Mar 30, 2023 - News

Longtime WRAL anchor David Crabtree looks back at his TV career

Photo illustration of David Crabtree with abstract shapes.

Photo illustration: Allie Carl/Axios. Photo: N.C. Media & Journalism Hall of Fame

David Crabtree has been an institution in the Triangle media world for nearly 30 years — first as WRAL's lead anchor from 1994 to 2022 and now as the CEO of PBS North Carolina.

  • If anyone's name has come close to becoming synonymous with Raleigh news, it's Crabtree, who reliably delivered nightly updates to generations of Triangle residents.

Driving the news: Crabtree, 73, was recently named one of the 2023 inductees for the N.C. Media & Journalism Hall of Fame.

Axios spoke with Crabtree over Zoom from his office at PBS. This conversation was edited for clarity.

Did you think you would stay in Raleigh after moving here in 1994?

  • I thought I would be here for three, maybe four years max. After that, I'm out of here. I just knew I was going to the networks — that's like being called up for the show and baseball. I was confident about that.
  • And when the opportunity came, I said, "No, I don't think I want to do that. I've got one of the best anchor jobs in the country." It was the strangest feeling because I had so wanted that until I realized it was within my grasp. I thought, "No, this other place has found you so let's stay with it."

When did you first feel you had built a relationship with the Raleigh community?

  • I think it came in covering Hurricane Fran in 1996, and the great exposure I had by being an anchor that actually got out and went into the community and covered news. We were on the air off and on during those seven days when thousands of people in Raleigh were without power.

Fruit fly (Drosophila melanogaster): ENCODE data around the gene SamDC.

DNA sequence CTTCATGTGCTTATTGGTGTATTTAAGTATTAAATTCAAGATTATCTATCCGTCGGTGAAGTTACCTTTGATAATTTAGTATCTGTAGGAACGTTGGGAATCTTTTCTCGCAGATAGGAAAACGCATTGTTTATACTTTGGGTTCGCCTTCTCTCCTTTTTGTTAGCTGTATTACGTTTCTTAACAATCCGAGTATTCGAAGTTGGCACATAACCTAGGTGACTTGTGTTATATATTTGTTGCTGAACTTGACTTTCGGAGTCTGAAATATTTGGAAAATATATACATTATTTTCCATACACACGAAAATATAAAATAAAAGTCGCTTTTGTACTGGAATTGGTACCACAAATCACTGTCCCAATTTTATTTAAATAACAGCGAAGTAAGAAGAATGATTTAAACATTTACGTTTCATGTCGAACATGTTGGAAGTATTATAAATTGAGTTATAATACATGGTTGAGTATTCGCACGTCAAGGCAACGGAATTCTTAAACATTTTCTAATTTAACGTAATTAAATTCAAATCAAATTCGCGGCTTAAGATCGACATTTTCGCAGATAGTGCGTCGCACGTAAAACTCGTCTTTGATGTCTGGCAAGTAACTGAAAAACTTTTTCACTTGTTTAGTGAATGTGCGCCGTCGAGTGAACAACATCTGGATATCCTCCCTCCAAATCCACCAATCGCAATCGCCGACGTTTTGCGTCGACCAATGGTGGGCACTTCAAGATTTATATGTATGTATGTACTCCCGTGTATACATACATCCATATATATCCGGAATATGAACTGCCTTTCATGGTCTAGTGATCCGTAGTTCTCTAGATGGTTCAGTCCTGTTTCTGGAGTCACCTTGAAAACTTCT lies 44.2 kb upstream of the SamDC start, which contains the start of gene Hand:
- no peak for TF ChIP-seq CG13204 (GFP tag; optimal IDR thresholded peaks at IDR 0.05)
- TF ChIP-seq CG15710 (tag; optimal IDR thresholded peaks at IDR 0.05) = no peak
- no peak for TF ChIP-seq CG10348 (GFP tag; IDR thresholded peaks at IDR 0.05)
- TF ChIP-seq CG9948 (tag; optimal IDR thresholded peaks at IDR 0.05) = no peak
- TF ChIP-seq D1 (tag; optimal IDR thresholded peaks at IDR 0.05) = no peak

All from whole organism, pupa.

• I just deeply involved myself in the community during that time, and it wasn't motivated because of television. It was motivated because, my gosh, look what's happened here. After that, whether it was at Harris Teeter or the dry cleaners, wherever it was, people would come up and say, "I saw you at the coast, what was that like?" or "I saw you in my neighborhood."

Why was local news so important to you?

  • You can find national and international news from dozens of sources. You can find local news from very few sources, particularly television. I remember Lester Holt talking to me one time about the importance of local news and he said, "You know, people still want to know, 'what was that siren I heard last night? What's happened with the council? Did that storm cause damage?'"
  • There are very few sources to get that. Local fills that gap for people and it allows for people to build trust in the community, so when there are significant events that happen, they have people they can trust to turn to to inform them.

What do you see as the biggest challenge to local news?

  • The vast majority of people are getting their initial burst of information from some form of social media. The folks who want to know more will then look more deeply. The challenge for local news organizations is to continue to find ways to remain somewhat relevant during that period where people are looking for more.
  • It's a hell of a challenge. But I think instead of fighting it, we should join (and ask), 'how do we better position ourselves with whatever app there may be to make sure that we are out there?'

What were the pros and cons of being such a public face in the Triangle?

  • It's incredibly humbling and rewarding that people trust you and would choose you for information.
  • But when you're there as the face of an organization, you have to live at a higher standard. And when you fall — and I've had my own failures in life — you really fall hard. It is difficult, and it's not a tightrope, it's just that's the path we choose to walk on.

Why did you take the PBS NC job?

  • We have the potential to do so much in the state. … One is working with the UNC system on literacy and the staggering numbers of third and fourth graders who are reading below proficiency rates.
  • We're working with UNC Charlotte to create new content for teachers and for students, particularly in marginalized areas, to plant seeds that are going to take years to turn that tide. If we have more people in this state who can read at a higher proficiency, then we have the chance to build not only a better workforce, but equity within the workforce.
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